Review – Secrets of the Crab (L5R RPG)

We’re reaching 15 years into the wayback machine today to take a look at Secrets of the Crab. The ‘Secrets’ series were the splatbooks for the second edition of the Legend of the Five Rings Roleplaying Game (back when it was being published by Alderac, not Fantasy Flight). The book is a 96-page softcover, but in addition to hunting for reasonably-priced used copies, Fantasy Flight offers a PDF version through DriveThruRPG.

Second Edition and the Secrets Series Overall

Before I get into the particular of Secrets of the Crab, I wanted to throw a little bit out there about this era of L5R RPG books, so you generally know what you’re getting, distinct from how it’s implemented in this particular book.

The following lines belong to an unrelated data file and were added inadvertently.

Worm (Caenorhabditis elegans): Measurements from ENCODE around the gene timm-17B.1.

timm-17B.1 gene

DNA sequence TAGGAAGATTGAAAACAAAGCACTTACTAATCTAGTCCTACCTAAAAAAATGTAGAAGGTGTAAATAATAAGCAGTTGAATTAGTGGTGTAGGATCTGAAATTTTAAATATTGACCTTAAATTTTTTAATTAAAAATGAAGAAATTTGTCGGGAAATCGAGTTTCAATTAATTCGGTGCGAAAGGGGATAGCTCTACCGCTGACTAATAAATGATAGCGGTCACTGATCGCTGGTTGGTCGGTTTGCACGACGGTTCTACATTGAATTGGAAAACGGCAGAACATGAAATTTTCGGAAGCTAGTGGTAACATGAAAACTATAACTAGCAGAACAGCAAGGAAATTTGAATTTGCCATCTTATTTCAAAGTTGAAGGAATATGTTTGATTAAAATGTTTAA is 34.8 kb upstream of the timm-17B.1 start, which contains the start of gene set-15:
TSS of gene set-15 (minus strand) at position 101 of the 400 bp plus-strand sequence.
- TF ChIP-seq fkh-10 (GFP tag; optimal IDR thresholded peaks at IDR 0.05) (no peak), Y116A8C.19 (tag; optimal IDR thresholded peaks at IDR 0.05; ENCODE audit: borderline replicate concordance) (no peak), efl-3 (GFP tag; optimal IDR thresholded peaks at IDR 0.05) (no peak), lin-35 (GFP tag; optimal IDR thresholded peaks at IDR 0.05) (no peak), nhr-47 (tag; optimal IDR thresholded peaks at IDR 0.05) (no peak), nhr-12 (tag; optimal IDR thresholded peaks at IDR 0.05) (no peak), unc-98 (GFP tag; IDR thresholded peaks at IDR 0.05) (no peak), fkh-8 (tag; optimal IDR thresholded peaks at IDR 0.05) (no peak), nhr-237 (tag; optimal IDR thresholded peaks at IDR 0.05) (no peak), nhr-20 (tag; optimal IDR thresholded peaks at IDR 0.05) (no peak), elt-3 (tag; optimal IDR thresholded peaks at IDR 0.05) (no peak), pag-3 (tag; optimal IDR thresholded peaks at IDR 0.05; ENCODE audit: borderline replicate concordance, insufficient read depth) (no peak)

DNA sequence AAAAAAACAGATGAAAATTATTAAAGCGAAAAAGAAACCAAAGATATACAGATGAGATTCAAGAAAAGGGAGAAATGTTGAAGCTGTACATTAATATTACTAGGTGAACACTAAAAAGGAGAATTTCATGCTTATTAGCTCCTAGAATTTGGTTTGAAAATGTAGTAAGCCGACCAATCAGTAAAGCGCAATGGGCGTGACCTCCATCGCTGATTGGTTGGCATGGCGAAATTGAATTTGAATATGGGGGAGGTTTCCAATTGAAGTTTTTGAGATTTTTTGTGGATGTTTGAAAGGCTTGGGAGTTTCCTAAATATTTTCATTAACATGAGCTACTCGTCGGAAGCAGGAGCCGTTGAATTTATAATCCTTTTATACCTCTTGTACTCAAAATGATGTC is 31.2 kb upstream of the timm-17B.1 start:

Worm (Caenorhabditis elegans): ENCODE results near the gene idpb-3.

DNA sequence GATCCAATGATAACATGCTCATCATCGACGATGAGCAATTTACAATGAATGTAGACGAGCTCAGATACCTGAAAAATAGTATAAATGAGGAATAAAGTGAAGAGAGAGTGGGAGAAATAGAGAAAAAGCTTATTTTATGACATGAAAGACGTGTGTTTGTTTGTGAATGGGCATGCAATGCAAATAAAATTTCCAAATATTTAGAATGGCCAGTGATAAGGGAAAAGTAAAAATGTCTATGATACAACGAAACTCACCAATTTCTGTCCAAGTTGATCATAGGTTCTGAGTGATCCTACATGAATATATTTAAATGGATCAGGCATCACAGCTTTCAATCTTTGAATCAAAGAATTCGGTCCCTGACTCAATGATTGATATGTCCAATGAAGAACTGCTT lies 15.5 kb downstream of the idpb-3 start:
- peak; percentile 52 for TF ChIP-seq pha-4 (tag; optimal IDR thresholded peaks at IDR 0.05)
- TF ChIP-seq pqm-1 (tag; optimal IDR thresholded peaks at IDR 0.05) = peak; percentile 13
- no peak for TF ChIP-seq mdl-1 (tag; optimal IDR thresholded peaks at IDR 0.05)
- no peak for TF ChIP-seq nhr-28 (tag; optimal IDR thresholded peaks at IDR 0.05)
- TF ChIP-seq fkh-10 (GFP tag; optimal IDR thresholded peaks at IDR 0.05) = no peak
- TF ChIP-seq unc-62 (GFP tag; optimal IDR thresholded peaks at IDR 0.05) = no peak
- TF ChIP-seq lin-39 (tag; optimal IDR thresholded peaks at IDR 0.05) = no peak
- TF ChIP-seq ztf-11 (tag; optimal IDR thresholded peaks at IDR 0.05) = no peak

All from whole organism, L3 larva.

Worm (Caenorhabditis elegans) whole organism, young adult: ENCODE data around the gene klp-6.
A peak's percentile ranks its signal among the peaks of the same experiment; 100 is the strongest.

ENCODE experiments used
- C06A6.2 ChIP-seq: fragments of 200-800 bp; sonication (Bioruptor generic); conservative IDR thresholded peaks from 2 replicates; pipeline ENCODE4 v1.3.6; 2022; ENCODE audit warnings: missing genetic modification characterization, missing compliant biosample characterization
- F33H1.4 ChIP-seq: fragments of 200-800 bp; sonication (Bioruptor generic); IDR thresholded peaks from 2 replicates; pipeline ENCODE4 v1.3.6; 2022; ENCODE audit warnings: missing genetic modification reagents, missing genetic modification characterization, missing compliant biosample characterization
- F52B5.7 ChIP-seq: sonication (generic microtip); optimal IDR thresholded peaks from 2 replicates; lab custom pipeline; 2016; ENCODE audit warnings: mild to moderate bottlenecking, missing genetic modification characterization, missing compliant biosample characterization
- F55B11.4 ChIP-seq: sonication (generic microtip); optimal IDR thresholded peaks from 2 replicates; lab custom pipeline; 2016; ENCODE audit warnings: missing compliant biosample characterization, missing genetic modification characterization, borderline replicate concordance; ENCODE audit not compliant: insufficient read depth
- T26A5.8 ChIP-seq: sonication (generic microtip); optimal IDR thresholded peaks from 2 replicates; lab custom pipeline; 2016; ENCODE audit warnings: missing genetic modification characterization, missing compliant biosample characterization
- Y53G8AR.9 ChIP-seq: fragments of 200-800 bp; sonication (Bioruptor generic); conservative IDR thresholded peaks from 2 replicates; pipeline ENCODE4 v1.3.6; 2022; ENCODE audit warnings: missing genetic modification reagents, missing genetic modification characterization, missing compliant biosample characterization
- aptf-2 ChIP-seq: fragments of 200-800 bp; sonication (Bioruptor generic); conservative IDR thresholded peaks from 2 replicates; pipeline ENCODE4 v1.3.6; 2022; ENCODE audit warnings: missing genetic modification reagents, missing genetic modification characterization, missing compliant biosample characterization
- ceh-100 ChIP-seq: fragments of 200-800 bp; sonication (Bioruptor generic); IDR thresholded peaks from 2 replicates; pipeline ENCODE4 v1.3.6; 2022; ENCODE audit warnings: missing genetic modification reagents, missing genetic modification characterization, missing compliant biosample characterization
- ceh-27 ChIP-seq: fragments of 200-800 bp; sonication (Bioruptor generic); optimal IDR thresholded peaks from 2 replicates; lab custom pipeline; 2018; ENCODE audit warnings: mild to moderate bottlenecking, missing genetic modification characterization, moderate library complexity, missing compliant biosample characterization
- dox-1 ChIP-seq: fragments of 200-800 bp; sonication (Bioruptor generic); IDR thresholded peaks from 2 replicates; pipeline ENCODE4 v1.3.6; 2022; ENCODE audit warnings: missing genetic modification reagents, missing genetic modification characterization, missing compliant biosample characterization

The second edition of the L5R RPG supported two systems. One was the second edition of the traditional ‘roll and keep’ mechanics from L5R. The second was d20, because during this era Wizards of the Coast made Rokugan the new setting for Oriental Adventures (replacing Kara-Tur). This means that there’s a relatively high quantity of ‘crunch’ for an L5R RPG book, because it’s all repeated twice. However, while Oriental Adventures was fully synced with D&D 3.5, the AEG books are not. Rather, AEG modified things heavily enough (in the Rokugan semi-core setting book) and then distorted the power curve sufficiently (e.g., some of the feats and prestige classes are quite overpowered) that 3.5 and the AEG L5R d20 books don’t really play nicely together. Plus, fourth edition roll ‘n’ keep is pretty much strictly superior to RnK from this era. So there isn’t exactly going to be a lot of mechanical analysis of the crunch that’s included here.